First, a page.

"But when we implement the emergency response programme with a sense of urgency, it has to be geared towards implementing the International Health Regulations in full," he said, adding that at the end of the day, this has to be the bottom line.
Dr Tedros also highlighted the importance of WHO reform, saying that the reform efforts that had already started by the outgoing leadership should continue. "Also if there are new areas we need to consider, we should."
But one thing that is clear in the reform is that "re-engineering the process is important. And the re-engineered processes, assembling them into systems and then maybe identifying new programmes is important."
And then identifying structures that can support the process and system is also important, he said.
But more importantly, is the alignment in the vision. "Do we have the same understanding? Do we belong to the same vision? And based on the vision, do we have similar priorities?"
At the end of the day it is the mindset that is very important, he said.
"Without the right mindset, whatever processes or programmes you introduce, it doesn't work. It won't. So do we belong to the same vision and do we have the right mindset to address the challenges we're facing," he asked, adding that this is key.
He highlighted the issue of human resources as being central in the reform process. "Do we have motivated staff? What does the leadership do to really inspire and motivate the staff?"
Dr Tedros said that the outcome of the voting was very clear and having the confidence of the majority of the member states gives him legitimacy to really implement the vision that he had outlined.
Asked about the fact that the proposed budget released by the Trump administration on Tuesday had called for deep cuts to funding for some global health agencies as well as in other areas and what effect this would have on funding for the WHO, and whether he would be having talks with the new administration, Dr Tedros said it is really important to move fast in addressing the budget issue.
"When we talk about the budget issue, most of the time we raise the WHO budget only, but that's not the right way of thinking about financing the global health agenda," he said, adding that he always prefers to think about the "bigger envelope" in financing the global health agenda.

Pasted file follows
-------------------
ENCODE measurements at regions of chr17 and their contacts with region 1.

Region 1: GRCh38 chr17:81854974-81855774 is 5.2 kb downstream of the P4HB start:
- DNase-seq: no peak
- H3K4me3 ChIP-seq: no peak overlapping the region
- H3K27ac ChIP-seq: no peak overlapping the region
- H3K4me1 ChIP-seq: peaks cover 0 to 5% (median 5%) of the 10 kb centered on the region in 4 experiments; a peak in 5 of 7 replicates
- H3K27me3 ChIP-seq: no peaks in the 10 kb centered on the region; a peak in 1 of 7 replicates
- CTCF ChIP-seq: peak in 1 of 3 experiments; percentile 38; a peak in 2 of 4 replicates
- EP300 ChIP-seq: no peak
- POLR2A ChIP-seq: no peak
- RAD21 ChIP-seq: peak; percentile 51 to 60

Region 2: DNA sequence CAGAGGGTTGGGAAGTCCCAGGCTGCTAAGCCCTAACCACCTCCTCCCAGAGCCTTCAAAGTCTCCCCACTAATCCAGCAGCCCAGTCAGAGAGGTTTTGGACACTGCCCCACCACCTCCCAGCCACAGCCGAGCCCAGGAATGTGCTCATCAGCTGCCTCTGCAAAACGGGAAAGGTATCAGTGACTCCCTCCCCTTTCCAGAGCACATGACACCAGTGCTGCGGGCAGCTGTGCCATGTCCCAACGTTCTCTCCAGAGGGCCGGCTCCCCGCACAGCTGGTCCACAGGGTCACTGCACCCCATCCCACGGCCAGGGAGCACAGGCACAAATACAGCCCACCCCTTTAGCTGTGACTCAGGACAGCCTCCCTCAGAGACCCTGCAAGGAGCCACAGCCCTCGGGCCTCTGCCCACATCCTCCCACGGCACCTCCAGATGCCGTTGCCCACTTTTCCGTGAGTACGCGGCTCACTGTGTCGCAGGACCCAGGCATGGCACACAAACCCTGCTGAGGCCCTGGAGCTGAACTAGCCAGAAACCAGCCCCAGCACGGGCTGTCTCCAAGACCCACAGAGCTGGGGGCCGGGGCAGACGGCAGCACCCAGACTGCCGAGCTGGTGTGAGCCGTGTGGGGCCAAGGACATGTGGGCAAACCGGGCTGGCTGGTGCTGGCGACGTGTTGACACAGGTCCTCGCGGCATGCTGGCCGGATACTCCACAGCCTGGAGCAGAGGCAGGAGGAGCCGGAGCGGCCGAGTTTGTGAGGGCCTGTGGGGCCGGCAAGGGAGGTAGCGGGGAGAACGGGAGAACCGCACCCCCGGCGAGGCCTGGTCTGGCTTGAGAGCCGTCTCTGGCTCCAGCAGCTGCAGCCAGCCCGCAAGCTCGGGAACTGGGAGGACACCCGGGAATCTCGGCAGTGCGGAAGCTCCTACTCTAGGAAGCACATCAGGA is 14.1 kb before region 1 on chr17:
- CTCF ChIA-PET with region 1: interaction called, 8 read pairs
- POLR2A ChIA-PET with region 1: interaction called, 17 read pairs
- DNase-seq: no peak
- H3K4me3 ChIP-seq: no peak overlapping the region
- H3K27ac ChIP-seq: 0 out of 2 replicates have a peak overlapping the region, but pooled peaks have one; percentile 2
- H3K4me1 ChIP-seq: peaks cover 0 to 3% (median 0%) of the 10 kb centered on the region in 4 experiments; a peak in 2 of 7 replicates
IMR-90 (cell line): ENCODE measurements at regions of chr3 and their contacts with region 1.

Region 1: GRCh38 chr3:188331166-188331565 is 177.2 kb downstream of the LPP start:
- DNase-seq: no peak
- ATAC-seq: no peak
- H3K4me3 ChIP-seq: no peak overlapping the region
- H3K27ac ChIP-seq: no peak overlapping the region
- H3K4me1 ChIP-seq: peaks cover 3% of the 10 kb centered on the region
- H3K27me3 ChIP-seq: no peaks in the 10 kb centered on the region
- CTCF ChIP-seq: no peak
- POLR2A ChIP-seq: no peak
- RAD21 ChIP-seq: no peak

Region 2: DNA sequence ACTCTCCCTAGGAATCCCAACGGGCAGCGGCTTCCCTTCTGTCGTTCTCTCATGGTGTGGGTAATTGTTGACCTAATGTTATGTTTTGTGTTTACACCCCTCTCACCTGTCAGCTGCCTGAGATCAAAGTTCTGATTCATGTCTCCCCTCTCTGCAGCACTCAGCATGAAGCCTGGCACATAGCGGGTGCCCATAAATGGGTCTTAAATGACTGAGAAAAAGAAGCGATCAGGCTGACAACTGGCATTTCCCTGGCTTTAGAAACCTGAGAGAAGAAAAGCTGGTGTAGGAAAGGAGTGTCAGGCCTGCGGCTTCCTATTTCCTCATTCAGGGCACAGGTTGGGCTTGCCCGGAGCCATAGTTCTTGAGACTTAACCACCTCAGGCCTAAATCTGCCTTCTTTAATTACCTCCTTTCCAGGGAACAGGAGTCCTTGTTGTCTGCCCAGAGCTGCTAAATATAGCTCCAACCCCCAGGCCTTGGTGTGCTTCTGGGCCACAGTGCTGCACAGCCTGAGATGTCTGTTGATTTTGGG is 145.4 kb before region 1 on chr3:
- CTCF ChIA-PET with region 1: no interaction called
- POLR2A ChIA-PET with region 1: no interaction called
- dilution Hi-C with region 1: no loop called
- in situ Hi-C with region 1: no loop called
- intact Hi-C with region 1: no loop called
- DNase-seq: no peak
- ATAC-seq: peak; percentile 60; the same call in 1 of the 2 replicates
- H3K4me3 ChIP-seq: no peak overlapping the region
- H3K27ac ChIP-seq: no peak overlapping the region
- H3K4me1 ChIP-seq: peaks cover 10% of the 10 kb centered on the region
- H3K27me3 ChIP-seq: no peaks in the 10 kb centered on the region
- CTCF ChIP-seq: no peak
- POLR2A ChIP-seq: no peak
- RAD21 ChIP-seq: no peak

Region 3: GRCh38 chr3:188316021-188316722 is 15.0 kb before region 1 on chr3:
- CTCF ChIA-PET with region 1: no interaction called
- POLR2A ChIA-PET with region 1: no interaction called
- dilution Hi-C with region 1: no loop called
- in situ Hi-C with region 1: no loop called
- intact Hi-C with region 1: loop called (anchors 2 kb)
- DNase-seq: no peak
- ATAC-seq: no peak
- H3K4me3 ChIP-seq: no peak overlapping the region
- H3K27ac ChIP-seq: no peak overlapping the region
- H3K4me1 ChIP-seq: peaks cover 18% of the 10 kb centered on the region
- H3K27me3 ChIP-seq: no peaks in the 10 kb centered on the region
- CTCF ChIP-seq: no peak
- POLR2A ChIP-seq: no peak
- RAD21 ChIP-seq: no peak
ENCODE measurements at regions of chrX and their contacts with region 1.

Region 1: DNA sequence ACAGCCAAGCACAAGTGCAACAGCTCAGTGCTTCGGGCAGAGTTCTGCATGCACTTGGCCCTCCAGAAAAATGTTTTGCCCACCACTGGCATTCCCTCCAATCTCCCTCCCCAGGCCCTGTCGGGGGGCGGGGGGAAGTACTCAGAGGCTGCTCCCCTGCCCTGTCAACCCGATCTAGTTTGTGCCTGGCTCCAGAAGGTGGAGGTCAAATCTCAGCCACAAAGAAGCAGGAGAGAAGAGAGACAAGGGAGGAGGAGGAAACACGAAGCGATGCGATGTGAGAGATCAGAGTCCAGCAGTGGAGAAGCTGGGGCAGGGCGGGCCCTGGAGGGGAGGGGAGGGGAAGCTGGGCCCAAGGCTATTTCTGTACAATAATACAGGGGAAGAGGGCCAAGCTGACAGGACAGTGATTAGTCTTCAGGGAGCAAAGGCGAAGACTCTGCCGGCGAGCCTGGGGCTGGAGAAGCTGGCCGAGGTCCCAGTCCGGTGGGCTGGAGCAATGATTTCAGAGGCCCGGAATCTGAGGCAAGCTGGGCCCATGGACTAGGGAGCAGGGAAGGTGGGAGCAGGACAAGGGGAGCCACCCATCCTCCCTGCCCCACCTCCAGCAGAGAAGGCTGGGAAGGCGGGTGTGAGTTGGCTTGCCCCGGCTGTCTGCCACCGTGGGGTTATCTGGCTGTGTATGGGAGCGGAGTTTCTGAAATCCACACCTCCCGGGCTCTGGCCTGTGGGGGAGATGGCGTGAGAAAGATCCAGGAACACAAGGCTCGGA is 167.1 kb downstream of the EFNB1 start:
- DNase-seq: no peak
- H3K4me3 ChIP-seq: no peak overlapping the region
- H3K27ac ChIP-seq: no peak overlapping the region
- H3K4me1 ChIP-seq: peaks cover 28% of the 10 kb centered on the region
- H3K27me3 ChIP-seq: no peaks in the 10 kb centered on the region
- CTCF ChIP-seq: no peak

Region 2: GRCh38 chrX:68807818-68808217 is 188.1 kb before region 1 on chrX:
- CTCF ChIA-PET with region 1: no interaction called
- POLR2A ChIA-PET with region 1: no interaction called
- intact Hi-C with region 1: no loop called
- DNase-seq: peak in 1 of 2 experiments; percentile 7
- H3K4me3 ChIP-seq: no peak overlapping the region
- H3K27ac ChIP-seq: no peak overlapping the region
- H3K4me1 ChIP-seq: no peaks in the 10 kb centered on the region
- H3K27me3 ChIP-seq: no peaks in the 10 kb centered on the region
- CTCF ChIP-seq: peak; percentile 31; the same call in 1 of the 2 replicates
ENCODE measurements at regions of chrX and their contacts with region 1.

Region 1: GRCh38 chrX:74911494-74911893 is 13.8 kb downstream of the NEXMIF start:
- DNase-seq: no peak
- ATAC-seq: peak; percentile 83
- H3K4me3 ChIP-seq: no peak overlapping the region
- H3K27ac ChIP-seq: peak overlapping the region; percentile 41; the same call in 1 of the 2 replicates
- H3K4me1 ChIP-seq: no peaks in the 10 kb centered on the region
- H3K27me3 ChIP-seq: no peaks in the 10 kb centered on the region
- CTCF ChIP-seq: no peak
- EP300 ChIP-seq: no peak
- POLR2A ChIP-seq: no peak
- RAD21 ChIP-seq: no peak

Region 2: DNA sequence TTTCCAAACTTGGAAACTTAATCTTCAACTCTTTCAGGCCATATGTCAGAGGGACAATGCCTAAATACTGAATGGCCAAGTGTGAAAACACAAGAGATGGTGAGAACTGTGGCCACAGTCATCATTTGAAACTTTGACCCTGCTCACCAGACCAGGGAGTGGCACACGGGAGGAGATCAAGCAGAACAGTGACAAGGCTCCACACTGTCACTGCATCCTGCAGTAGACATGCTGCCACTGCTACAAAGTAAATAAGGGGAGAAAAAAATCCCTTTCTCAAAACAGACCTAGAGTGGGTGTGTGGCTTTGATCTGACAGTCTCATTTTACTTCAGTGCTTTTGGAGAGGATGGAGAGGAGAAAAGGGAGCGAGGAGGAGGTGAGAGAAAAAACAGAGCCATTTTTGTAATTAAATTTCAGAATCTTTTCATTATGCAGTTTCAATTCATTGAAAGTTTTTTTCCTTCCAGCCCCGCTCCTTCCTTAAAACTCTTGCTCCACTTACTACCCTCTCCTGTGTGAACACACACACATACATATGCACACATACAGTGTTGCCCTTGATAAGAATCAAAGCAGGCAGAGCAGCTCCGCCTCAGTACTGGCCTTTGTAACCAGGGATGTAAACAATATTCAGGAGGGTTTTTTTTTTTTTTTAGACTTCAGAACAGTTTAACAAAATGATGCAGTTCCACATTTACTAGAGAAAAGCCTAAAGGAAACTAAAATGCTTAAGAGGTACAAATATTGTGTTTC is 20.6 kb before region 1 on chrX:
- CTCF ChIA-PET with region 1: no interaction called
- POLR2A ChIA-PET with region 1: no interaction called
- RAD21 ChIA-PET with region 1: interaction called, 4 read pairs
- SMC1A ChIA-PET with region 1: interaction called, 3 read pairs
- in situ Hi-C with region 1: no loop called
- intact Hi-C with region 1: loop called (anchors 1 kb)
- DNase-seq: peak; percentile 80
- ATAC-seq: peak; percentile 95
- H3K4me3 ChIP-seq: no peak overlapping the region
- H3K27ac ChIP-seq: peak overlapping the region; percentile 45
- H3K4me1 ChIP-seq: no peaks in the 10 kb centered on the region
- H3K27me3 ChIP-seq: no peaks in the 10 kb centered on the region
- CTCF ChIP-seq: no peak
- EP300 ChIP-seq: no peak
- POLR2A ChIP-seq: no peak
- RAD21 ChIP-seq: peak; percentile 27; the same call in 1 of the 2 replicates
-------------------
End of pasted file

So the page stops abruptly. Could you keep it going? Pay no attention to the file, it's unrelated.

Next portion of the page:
He pointed out that it can come through the World Bank, Global Fund, GAVI or others but that should be given more priority. Then under that you can have the finance for WHO, he said, adding that he will help the World Bank, the Global Fund and GAVI to raise funding.
He added that this will be channelled to the countries and "which I believe should be significantly increased."
Dr Tedros also pointed to the need to expand the donor base. He noted that financing is dependent on only the traditional donors. When there is some challenge from the traditional donors, then the shock is serious.
He noted that the fund-raising unit in the WHO is really small, both in terms of the numbers and skill-sets in the unit. "We need to strengthen the capacity of the fund-raising unit in WHO both in terms of numbers of people involved there and also their skills."
He said that he has always seen contribution from the US, which always has a bipartisan position.
He has worked with both Republicans and Democrats and "if we can communicate with them the right way and know how to effectively communicate, I think we can also address that. So, I don't take it as a closed issue and I will continue to engage and use that bipartisan position that I have already experienced while working as Minister of Health in my own country, but also when I was chairing the Global Fund."
Asked about the fact that the proposed cuts to USAID is 32% while that for global health is 17% and dramatic cuts of 20-30% for NIH and other scientific research institutes and whether the notion of basic assessments can be revisited at WHO, Dr Tedros said that if the 32% or 17% cut is said that goes to multilateral organisations, when it comes, a surprise like this is not right.